Families are complicated. For members of the Alligatoridae family, which includes living caimans and alligators — this is especially true. They are closely related, but because of their similarity, their identification can even stump paleontologists.
But after the recent discovery of a partial skull, the caimans of years past may provide some clarity into the complex, and incomplete, history of its relatives and their movements across time and space.
Michelle Stocker, an assistant professor of vertebrate paleontology in Virginia Tech’s Department of Geosciences in the College of Science; Chris Kirk, of the University of Texas at Austin; and Christopher Brochu, of the University of Iowa, have identified a 42-million-year-old partial skull that may have belonged to one of the last prehistoric caimans to roam the United States.
“Any fossil that we find has unique information that it contributes to understanding the history of life,” said Stocker, who is an affiliated faculty member of the Fralin Life Sciences Institute and the Global Change Center. “From what we have, we are able to understand a little bit more about the evolutionary history of caimans and the alligatorid group, which includes alligators and caimans.”
Their findings were published in PeerJ, an open access peer-reviewed scientific mega journal covering research in the biological and medical sciences.
The fossil was discovered in 2010 at Midwestern State University’s Dalquest Desert Research Site, which includes extensive exposures of the Devil’s Graveyard Formation, a geologic formation in the Trans-Pecos volcanic field of West Texas.
The Devil’s Graveyard Formation preserves fossils from the latter portion of the Eocene epoch, a period of time covering 15 million years of prehistory.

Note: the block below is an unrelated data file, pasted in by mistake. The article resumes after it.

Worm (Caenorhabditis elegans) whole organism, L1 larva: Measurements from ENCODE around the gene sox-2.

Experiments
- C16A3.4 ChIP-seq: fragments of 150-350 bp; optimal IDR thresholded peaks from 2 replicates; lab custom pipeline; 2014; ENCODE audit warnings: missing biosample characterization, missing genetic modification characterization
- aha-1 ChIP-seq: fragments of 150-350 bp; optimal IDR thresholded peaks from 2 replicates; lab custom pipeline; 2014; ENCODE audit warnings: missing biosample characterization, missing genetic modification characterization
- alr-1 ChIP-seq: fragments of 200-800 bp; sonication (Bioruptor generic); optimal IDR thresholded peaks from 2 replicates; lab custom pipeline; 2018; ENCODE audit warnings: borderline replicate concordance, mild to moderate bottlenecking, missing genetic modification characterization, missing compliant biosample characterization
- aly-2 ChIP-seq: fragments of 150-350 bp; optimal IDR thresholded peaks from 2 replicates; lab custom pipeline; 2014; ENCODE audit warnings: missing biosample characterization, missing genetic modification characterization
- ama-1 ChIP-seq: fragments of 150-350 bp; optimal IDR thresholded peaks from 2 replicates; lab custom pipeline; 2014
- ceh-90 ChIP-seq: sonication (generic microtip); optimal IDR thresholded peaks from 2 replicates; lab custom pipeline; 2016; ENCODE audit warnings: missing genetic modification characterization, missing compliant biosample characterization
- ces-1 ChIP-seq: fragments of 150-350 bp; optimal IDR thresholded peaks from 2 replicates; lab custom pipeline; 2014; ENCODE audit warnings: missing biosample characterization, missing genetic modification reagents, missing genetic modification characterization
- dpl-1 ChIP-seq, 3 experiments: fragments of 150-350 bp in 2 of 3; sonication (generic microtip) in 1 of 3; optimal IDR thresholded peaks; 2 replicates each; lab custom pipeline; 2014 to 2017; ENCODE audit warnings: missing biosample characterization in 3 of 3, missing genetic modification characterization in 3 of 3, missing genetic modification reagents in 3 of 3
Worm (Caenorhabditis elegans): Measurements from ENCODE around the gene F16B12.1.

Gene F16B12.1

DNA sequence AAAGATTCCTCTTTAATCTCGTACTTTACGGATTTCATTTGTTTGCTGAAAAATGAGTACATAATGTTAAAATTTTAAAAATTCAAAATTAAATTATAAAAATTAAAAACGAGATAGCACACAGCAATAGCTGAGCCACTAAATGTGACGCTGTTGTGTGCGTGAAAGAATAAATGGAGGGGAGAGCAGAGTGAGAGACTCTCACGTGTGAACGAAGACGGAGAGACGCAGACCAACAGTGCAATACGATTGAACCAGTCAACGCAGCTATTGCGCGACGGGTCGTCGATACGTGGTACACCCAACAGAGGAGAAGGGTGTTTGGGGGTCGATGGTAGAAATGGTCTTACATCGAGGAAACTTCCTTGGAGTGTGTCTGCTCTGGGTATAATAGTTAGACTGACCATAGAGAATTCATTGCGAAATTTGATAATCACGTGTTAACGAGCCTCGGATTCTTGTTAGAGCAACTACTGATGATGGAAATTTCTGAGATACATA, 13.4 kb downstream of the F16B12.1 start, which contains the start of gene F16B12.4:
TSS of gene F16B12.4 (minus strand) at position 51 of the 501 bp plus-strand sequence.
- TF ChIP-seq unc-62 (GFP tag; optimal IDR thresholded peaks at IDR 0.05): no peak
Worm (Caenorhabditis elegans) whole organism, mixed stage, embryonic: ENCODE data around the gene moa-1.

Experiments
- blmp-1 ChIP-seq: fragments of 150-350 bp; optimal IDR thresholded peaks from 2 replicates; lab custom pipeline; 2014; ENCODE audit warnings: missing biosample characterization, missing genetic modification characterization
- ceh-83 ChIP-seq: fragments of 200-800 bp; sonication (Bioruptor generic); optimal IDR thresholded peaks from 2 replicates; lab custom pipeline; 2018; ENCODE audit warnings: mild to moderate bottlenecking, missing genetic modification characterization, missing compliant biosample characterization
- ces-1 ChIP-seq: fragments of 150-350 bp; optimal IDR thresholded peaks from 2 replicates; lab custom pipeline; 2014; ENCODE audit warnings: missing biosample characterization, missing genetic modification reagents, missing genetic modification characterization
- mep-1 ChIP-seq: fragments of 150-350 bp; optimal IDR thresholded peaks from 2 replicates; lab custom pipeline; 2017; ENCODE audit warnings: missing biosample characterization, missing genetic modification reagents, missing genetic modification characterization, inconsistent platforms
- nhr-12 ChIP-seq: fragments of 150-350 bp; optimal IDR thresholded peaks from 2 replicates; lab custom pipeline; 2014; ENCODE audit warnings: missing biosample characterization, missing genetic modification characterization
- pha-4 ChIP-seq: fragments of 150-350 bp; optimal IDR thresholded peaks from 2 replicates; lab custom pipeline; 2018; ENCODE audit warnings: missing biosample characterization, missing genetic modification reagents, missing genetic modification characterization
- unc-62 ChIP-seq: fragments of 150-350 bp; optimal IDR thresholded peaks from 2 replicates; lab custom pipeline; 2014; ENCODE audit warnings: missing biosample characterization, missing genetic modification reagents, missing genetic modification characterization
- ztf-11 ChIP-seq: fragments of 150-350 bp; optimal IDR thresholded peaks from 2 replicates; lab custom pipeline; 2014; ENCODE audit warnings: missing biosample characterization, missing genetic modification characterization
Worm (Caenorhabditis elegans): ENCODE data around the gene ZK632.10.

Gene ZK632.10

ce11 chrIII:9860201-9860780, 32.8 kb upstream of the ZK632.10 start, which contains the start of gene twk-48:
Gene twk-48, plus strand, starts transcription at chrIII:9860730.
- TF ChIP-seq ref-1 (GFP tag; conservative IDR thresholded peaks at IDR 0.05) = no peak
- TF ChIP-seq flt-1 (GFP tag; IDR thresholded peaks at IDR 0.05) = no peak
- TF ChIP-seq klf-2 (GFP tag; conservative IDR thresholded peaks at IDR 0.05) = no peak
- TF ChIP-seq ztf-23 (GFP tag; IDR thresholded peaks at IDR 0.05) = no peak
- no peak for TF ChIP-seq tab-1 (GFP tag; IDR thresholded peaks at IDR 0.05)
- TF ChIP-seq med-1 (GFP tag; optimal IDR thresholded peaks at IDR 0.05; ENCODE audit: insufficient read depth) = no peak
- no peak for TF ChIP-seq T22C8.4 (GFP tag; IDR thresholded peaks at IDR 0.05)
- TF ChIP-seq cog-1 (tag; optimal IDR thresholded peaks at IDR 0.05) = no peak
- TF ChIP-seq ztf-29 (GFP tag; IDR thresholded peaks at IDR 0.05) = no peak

In 2011, Stocker and the team returned to the site to collect a key bone that remained in the hard sandstone block that once encapsulated the caiman skull.
“The Devil’s Graveyard Formation provides a unique window into the evolution of North American vertebrates during the middle and late Eocene,” said Kirk. “There are a host of extinct species that are only known from the Devil’s Graveyard, including several primates, rodents, lizards, and now this new fossil caiman.”
What they discovered was a partial skull. At the time of the discovery, paleontologists were convinced that the skull came from a closer relative to alligators than to caimans.
“When you are at the early diversification of groups, their features aren’t as differentiable,” said Stocker. “It was harder to tell if this is more closely related to caimans or to alligators because those two are really closely related already. And the differences between them are subtle, especially early in their evolutionary history.”
The skull’s braincase was a key component in the identification of the fossil. The braincase encases and protects the brain from injury. Since no two species have the same braincase, finding one can provide some much needed information for paleontologists.
After further investigation into this fossil’s braincase, Stocker and the team were able to determine that this was, without a doubt, a caiman.
The caiman was deemed to be 42 million years old by using a combination of investigative techniques, including radiometric dating, biochronology, and biostratigraphy, where paleontologists use the relative order of the fossilized animals to find out how old the rocks are.